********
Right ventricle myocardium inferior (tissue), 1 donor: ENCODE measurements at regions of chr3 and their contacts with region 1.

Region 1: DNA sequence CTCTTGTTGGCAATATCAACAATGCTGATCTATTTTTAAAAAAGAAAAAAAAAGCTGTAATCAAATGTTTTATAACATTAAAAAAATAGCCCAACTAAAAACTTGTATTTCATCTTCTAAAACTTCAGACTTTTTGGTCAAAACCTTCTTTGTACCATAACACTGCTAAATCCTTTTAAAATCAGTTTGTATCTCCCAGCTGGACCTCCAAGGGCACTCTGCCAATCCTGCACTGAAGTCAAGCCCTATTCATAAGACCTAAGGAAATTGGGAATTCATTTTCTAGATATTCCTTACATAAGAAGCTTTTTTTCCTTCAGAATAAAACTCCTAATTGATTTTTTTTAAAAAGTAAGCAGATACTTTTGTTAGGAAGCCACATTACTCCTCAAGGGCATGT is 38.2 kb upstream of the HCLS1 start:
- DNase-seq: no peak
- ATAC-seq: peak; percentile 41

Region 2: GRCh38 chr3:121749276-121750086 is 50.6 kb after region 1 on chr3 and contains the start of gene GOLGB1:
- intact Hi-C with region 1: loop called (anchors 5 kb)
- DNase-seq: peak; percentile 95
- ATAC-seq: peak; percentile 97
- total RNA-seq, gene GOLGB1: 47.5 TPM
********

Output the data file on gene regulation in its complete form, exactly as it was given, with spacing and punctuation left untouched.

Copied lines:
Right ventricle myocardium inferior (tissue), 1 donor: ENCODE measurements at regions of chr3 and their contacts with region 1.

Region 1: DNA sequence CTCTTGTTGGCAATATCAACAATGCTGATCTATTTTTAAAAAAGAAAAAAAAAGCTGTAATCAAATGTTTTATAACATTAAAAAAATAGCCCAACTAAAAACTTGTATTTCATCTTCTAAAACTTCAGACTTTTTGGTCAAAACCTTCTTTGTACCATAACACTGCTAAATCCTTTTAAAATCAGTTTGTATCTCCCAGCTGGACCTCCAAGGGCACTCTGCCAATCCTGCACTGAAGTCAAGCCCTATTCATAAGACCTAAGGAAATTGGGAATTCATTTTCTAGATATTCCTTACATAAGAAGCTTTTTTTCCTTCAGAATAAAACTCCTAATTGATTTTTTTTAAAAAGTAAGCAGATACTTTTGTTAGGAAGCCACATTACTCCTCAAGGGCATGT is 38.2 kb upstream of the HCLS1 start:
- DNase-seq: no peak
- ATAC-seq: peak; percentile 41

Region 2: GRCh38 chr3:121749276-121750086 is 50.6 kb after region 1 on chr3 and contains the start of gene GOLGB1:
- intact Hi-C with region 1: loop called (anchors 5 kb)
- DNase-seq: peak; percentile 95
- ATAC-seq: peak; percentile 97
- total RNA-seq, gene GOLGB1: 47.5 TPM